Taichung Bike Week Visit to Potential Supplier

by Sabinna on December 6, 2010

But before I give some details about this, a quick word on the weekend’s annual Mt. Yang Ming Challenge that my company’s team riders went to on Sunday.

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Here’s Chang leading the guys in a photo-op shot into the finish after they had all concluded. We had a 12th (510 finishers) in the U29 cat, 10th (806 finishers) in 30-34 category, and 6th (334 finishers) in the 45-49 group. A photo coverage of another great day’s cycling enjoyed by all to come in a few days.

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This week is about “serious” buyers meeting with suppliers and discussing specs for the 2012 and even 2013 model years. It is held across several hotel venues in Taichung, and included a demo event “Ride On” for test riding models which I had planned to go to, but did not find the time.

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These shots are of the Evergreen Hotel lobby, the biggest venue with 49 companies available for consultation including Pillar Spokes, Alligator, and Tektro. The Tempus Hotel has 39 with Prologo, Race Face, and Ritchey among others. The Splendor Hotel hosts 15 including Giant GLM, YBN, and Yantec.

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Brochures available in the main entrance are representative of the variety of exhibitors in attendance.

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A lot of stuff going on. A lot of the decisions that will determine your choice of bicycle-related products in 2012 and beyond are being made in these rooms.

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Each company has a room booked and unless the door is closed, you are free to go in and check out a range of products. This year it is more open than previous years. You mostly needed an appointment and absolutely needed to be ready to do a deal.

A friend of mine who is closely associated with Eurobike had some interesting comments to make on the development of TBW, especially the idea that it might one day replace Taipei Cycle. Since the product cycle demands that specs be just about finalized by this time of the year, it is not inconceivable, although Taipei Cycle is traditionally the time when a lot of finalization takes place and orders are locked in for the following year’s models.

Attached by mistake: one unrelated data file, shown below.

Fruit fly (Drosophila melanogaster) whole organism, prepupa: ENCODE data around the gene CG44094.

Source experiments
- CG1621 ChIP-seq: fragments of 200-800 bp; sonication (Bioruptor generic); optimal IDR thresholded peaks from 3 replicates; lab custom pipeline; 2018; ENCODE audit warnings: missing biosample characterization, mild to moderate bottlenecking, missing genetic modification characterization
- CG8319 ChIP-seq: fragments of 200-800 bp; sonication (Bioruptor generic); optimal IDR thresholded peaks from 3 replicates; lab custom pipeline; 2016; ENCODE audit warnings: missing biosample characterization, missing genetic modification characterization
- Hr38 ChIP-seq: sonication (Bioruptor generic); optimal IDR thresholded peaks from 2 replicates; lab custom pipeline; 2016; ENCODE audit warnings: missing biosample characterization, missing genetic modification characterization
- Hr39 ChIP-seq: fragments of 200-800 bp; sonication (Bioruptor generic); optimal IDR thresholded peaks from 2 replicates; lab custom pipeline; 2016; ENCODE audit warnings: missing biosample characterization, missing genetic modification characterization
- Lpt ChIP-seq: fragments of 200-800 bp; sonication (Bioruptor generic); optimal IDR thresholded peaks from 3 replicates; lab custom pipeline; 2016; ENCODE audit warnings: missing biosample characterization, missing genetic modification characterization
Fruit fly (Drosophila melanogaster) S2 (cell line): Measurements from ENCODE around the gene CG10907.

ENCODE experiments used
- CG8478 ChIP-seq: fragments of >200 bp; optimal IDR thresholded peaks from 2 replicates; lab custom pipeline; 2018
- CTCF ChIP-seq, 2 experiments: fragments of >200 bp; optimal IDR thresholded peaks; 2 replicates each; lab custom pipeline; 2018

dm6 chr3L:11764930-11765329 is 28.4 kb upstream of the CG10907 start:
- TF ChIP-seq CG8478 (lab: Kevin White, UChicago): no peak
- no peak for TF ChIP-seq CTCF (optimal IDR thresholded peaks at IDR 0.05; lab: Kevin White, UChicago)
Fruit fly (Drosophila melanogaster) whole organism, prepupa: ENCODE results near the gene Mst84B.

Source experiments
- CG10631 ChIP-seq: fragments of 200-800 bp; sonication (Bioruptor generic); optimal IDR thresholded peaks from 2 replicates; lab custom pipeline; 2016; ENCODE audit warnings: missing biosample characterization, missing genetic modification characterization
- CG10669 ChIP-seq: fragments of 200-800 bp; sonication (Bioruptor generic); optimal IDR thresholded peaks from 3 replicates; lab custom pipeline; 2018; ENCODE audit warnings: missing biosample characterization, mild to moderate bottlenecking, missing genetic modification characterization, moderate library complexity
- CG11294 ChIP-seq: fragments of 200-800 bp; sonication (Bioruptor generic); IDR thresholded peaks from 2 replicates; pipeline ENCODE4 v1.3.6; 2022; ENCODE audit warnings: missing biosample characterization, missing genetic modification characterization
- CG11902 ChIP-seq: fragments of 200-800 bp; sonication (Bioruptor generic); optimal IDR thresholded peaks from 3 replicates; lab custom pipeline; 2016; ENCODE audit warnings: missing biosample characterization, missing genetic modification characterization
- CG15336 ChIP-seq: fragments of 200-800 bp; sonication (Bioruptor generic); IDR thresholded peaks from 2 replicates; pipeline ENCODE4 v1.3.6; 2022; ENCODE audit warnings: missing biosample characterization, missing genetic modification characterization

But Taipei Cycle has a completely different role to play. You have the whole industry available including complete bikes which are glaringly scarce at TBW. However, there are many more industry people and dealers who are just testing the waters through their inquiries at Taipei Cycle. The large majority of these conversations, important as they are in constituting the entire conversation that makes up the industry, don’t lead to new customer-supplier business relationships.

My friend — whose position means covering all the venues across the whole period of the event — observed that the previous style of business characteristic of TBW was not so open as this year. The atmosphere is changing and it is interesting that one of my own overseas customers is attending, which has not happened before. I have a meeting scheduled with another overseas dealer at my own office tomorrow: this is characteristic of the week before and after Taipei Cycle and is atypical for this time of year.

One issue with Taipei Show for me is that I get so little time to get around to other booths to catch up with what’s going on. As an exhibitor myself I have my hands full. The TBW format offers an alternative that may grow in importance for me in future years.

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My meeting today was with the Liuyih/Alligator people, my interest being brake shoes and cable housing, particularly their i-Link cable housing and the even lighter Mini i-Link. The outcome of today’s discussion is that I will be adding these to my range of components available for bike builds. I’ll see how my customers respond.

The GM was there and over a cup of coffee he made mention of a new type of cable stop that the company has developed and is currently patent pending. The proposal is that frames will no longer need the stop/boss permanently attached. Frames can be produced without these and the stop put wherever the assembler decides to place it. There was an interesting multi-media diagram and the description of this innovation was compelling.

Still, when I asked the obvious questions as to actually how this will be done, what is the technique of fixing the boss to the frame, he was cagey on the details. Understandable I guess since this is yet to be patented. Anyway the presentation was interesting, and although I am not convinced of its viability in the absence of details, we’ll have to wait and see what eventuates.

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